On trips of four days or less, I try to travel with a shoulder bag containing my laptop, electronics, etc. and a rolling, carry-on bag for everything else.

What is the best technique for packing as much clothing as reasonably possible into a standard-sized, rolling, carry-on bag? I don't want to overpack the bag doing something ridiculous or have any difficulty getting the bag in and out of an airline's standard overhead bin. Currently, I use a trick someone showed me where I stack several like items and then fold them together. It seems to pack them tighter and prevent creases from folding. Is there a better way?

I'm especially interested in tricks for packing shoes and jackets. I am a runner and my running shoes always seem to take up too much space. Jackets also never seem to be fold down efficiently.

4 Answers 4


Funnily enough, there's no scientifically exact solution to this - it's known as the Knapsack problem and is considered to be NP-complete - it is expected that no algorithm can be both correct and fast (polynomial-time) on ALL cases.

But naturally there are tips and suggestions to help guide you towards an optimal solution.

Running shoes, it's good to remember, have space inside them. Stuff socks, chargers and whatever else fits into them!

Oddly, I pack my jacket last. As you've pointed out it takes tons of space if put in first, no matter how you fold it. But I find I can stuff it in no matter what at the end, and it means it's easily accessible if the weather changes.

I also find that 'hard' solid items (netbooks) can make room for themselves after the fact. I'll just force-slide it down the back of my pack, and it never seems to not fit :)

Now, for the main set of clothes, assuming you have 'sets', the Bundle wrap method saves a lot of space and keeps stuff quite well folded and together. See instructions on how to achieve this.

Also see an exhaustive list of different forms of carry-on bags and how to pack for each one.

And I can't answer this without linking to One Bag - it's famous among minimalist travellers for giving you suggestions about what to keep/lose to lighten your load or fit more in.


Roll, don't fold your clothes. It is much easier to make a tight roll than it is to make a tight fold.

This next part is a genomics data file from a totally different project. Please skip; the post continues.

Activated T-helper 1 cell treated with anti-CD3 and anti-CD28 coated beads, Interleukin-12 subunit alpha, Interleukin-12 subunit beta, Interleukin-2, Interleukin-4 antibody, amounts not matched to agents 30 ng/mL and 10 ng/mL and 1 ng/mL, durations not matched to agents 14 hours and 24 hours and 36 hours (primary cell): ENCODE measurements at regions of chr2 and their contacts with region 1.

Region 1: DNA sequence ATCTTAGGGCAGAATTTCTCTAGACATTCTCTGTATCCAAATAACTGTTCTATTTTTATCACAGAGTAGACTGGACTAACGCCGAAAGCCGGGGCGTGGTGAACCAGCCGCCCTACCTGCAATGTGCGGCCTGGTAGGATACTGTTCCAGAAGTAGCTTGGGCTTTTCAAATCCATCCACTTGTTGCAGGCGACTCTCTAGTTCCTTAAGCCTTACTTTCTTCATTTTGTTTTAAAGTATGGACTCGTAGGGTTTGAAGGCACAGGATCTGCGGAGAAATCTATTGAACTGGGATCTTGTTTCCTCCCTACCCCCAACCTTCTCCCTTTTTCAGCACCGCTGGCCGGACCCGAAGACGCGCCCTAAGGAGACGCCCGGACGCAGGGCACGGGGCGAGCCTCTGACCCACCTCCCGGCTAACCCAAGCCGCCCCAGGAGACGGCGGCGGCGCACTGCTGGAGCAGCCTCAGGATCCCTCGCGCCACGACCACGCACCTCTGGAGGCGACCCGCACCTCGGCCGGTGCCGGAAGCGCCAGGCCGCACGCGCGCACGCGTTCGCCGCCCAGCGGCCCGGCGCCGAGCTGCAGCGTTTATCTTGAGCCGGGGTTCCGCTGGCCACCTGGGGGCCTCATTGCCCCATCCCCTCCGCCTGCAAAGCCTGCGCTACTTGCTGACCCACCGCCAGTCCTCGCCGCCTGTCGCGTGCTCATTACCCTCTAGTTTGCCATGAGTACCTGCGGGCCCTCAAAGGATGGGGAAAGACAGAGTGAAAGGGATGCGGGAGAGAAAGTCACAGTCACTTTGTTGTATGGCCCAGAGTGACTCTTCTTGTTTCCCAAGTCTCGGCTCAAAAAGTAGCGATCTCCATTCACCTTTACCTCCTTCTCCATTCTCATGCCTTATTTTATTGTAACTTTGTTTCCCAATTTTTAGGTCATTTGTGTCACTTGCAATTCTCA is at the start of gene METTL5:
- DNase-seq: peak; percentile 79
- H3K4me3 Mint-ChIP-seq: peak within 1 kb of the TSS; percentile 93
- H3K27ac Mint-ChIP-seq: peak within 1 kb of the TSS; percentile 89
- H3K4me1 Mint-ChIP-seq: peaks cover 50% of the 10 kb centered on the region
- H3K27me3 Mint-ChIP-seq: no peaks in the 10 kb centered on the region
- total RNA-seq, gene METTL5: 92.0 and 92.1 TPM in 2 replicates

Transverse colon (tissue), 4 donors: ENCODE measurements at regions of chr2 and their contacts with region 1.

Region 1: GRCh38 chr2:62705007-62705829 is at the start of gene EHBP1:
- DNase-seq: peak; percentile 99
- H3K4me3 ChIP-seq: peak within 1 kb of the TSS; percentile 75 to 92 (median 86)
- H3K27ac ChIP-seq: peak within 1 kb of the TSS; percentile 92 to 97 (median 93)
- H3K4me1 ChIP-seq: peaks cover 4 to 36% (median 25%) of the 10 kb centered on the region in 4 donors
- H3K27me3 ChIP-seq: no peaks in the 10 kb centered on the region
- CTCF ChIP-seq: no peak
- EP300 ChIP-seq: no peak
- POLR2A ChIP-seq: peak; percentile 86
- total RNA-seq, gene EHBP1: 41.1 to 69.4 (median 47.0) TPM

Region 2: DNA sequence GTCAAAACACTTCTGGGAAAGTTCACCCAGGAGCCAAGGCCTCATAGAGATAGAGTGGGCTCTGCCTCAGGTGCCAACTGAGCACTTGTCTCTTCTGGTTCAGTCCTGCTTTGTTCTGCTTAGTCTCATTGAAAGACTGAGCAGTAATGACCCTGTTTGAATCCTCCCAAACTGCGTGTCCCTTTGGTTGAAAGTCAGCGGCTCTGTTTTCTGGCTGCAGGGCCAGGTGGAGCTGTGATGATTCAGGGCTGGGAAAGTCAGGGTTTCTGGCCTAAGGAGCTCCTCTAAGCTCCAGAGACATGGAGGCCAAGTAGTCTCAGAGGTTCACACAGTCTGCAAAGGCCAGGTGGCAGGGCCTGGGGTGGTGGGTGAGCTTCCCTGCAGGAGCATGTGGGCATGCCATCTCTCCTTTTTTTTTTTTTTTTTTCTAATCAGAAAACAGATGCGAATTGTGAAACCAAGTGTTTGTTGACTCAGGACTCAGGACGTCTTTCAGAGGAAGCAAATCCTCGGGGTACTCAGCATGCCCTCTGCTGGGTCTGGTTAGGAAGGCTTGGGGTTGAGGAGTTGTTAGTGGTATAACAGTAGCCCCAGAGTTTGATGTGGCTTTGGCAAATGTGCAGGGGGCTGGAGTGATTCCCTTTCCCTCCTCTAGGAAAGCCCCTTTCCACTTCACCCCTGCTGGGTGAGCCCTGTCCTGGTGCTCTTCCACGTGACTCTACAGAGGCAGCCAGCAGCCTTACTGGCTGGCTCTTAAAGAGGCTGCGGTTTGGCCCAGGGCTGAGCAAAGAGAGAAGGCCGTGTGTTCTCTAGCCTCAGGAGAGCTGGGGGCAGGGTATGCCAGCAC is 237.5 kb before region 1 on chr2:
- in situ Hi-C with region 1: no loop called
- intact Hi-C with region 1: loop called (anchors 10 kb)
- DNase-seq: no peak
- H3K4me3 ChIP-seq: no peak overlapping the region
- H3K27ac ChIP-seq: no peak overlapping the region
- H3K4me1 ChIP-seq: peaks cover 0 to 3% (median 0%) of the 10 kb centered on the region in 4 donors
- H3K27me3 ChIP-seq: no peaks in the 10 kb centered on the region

This doesn't mean not to use the "bundle wrap" method mentioned in other answers, but after you've done that, roll your boxers, remaining shirts, etc, and stuff them in the corners and nooks and crannies that remain.

  • 3
    After twenty years of world travel I only learned the rolling trick a year or two ago! Now I never fold. Commented Nov 17, 2011 at 9:07
  • 2
    Ooh yes, +1. I heard about it a couple of years ago, frankly didn't believe it, but tried it on my last big trip and it's brilliant! Half the creases too!
    – Mark Mayo
    Commented Nov 17, 2011 at 10:33
  • 1
    I have tried the roll method, I have gone back onto folding and stuff items in the smallest left over corners. With rolling I have many more of those odd corners. (And a lot more creases.)
    – Willeke
    Commented Dec 20, 2015 at 18:30
  • @Willeke: Try rolling smaller or larger sets of clothing. But even the most skillful rolling will result in some corners, where you can still stuff odd socks and nick-knacks.
    – Flimzy
    Commented Dec 20, 2015 at 18:34

A good & space-saving method is to wrap larger clothing (shirts, pants) and your towel around your laptop, and than put this bundle into a tight plastic back so it stays together before you pack it into your backpack - this also makes a good buffer in case you drop your bag and it will stay dry in the rain thanks to the extra plastic bag.

Always put the large items in your backpack first, and fill the remaining gaps with all the smaller items - socks, underwear, laptop power supply, bits & pieces etc. The disadvantage here that you have to repack everything if you want to get your laptop out.

Travel light! shirt, pants, 5 pairs of socks&underwear plus what you wear on your body should get you through 1 week before you have to wash anything. (You may need some more for colder places...)

I also prefer to have a bottle of water strapped to the outside of my backpack, and the camera somewhere in one of the outer bags for easy access.

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    Wrapping the laptop might be inconvenient for airline travel if you have to unwrap it to go through security and then re-wrap it. Commented Nov 21, 2011 at 23:45

Since the amount of how much you pack is limited by the available space you want to compress the clothes as much as possible. Rolling the clothes is a very good way to do this and i've used it on many travels already.

Then a friend told me about 'space bags'. Which basically enable you to vacuum pack your clothes in a plastic bag. So you put your clothes into the space bag and then compress it as much as possible. The air in the bag will be let out and no fresh air comes in. (similar to what iHaveacomputer wrote before me)

Perhaps that might be something you want to look into. Personally i haven't tried them, but i am curious if they actually work well. I could imagine that it would be great to compress a jacket and the main set of clothes, and using the rest of the clothes and the shoes to fill in the gaps.

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